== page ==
Author: skeptic
I don't ski anymore and I long ago gave up any thoughts of getting on anything with only two wheels.  Besides, my leather jacket hasn't fit in years.

Date: 2006/08/03 17:13:36, Link
Author: skeptic
Honestly, Angry, I don't know whether I should laugh or cry.  I appreciate the references but I might now be obligated to post on two places with essentially the same material.  Maybe I'll cut and paste. HA HA.  Anyway, just reading the intro seemed to leave the possibility open for further review, unless I was missing something.  Ichy, as far as your post, I was able to read the abstract and it is in the same vein but not quite the same.  I do agree with you though, the term "directed" has all the wrong connotations and we'd really do much better without it.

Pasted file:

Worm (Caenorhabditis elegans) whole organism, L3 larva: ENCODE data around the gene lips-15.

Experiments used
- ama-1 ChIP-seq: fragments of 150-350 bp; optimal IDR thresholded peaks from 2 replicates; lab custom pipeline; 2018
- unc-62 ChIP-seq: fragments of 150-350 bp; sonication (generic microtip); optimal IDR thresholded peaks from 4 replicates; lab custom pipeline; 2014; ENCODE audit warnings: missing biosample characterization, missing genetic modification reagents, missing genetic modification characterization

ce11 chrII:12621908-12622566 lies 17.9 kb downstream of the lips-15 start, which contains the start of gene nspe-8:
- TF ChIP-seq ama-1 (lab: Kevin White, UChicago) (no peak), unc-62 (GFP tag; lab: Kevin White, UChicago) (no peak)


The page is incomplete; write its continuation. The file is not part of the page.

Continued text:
Date: 2006/08/03 17:29:43, Link
Author: skeptic
Chris, one thing about this paper made me scratch my head.  The authors go a long way to emphasize the non-random nature of the mechanisms behind mutation and to establish the environmental feedback link and then they highlight the importance of random mutations.  In a way, this seems contradictory to me.

Date: 2006/08/03 17:33:25, Link
Author: skeptic
Louis, you know it's Shark Week on Discovery.  Those big suckers scare the bee-jeesus out of me.

Date: 2006/08/03 18:25:01, Link
Author: skeptic
Diogene, I agree. We drop random and we get rid of a lot of headaches.  In fact, in most formal definitions of evolution, random is never mentioned, as you pointed out.  Maybe it is just assumed.

So why do I persist?  Well, lets look at this from my perspective for a minute and then maybe it will be more clear.

Mutations occur based upon many factors but we could start in the local environment of the nucleus and expand outward tracing effect and cause to...whereever we choose to stop.  We could compare this to the Butterfly Effect.  No problems there, right?  In this respect, we couldn't really say mutations were spontaneous, could we?